Were you aware that you can also recycle snow by yourself? It’s true! When it snows, not only can you engage in activities such as sledding, snowball fights, and building snowmen, but you can also utilize snow to create some delectable treats to share with your loved ones. One of our favorite treats is Snow Ice Cream. Click on the link to access a snow ice cream recipe. Enjoy making this incredibly tasty treat the next time snowflakes grace the sky!

No snow on the ground currently? No worries! Enlist the help of a friend or family member and go online to explore these enjoyable science experiments that will expand your knowledge regarding the transformation of water from a liquid to a solid or gas:

  • Creating Your Own Water Cycle
  • Ice to Water to Steam


1. Where does snow go when it melts?

Snow melts when the temperature rises above freezing point. When this happens, the snow turns into liquid water. The melted snow can go in different directions depending on the conditions. It can either seep into the ground and become groundwater, flow into nearby rivers and lakes, or evaporate into the atmosphere as water vapor.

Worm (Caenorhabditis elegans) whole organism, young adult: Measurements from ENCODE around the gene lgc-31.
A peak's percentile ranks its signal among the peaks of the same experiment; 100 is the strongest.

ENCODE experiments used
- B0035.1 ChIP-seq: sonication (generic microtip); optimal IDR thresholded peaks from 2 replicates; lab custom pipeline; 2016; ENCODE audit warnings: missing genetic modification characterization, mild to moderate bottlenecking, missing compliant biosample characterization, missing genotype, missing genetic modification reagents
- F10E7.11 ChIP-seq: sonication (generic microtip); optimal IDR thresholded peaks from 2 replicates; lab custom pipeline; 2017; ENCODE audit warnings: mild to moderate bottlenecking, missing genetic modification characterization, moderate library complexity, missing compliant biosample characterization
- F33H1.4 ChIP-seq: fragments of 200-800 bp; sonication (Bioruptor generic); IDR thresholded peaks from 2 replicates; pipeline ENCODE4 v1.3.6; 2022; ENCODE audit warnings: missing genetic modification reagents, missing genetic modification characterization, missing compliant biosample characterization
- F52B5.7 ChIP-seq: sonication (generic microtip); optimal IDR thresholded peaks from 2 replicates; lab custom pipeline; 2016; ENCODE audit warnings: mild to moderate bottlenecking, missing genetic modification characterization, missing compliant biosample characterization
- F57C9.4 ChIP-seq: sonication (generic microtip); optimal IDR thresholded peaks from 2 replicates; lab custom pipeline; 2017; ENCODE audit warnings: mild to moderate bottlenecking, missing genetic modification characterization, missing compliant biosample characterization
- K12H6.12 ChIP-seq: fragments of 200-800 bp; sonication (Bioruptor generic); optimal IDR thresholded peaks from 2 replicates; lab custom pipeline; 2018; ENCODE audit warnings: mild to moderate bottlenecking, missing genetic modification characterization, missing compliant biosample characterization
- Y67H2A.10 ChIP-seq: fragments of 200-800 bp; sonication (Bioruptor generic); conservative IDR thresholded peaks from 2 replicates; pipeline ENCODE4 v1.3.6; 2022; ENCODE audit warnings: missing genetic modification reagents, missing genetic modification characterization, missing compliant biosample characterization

2. Does melted snow contribute to the water cycle?

Yes, melted snow plays an important role in the water cycle. When snow melts, it adds water to the Earth’s water cycle. The water can be absorbed by plants and trees, replenish underground water sources, or flow into streams and rivers. From there, it can evaporate and form clouds, which eventually lead to precipitation in the form of rain or snow.

3. Can melted snow cause flooding?

Yes, melted snow can cause flooding under certain circumstances. If there is a rapid snowmelt or if the ground is already saturated with water, the melted snow may not be able to absorb into the ground quickly enough. This can lead to an increased volume of water that flows into rivers and streams, causing them to overflow and flood nearby areas.

4. What happens to the nutrients in the snow when it melts?

When snow melts, the nutrients present in the snow can be released into the environment. These nutrients can include nitrogen, phosphorus, and other minerals. They can either be absorbed by the soil and used by plants, or they can be carried away by the melted snow and end up in bodies of water. Excessive nutrients can lead to water pollution and negatively impact aquatic ecosystems.

5. Can melted snow be used as drinking water?

In general, melted snow can be used as drinking water if it is collected and treated properly. However, it is important to consider the source of the snow and the environment it melted in. If the snow has been contaminated with pollutants or if it has melted near industrial areas or heavily trafficked roads, it may not be safe to consume without proper purification or treatment.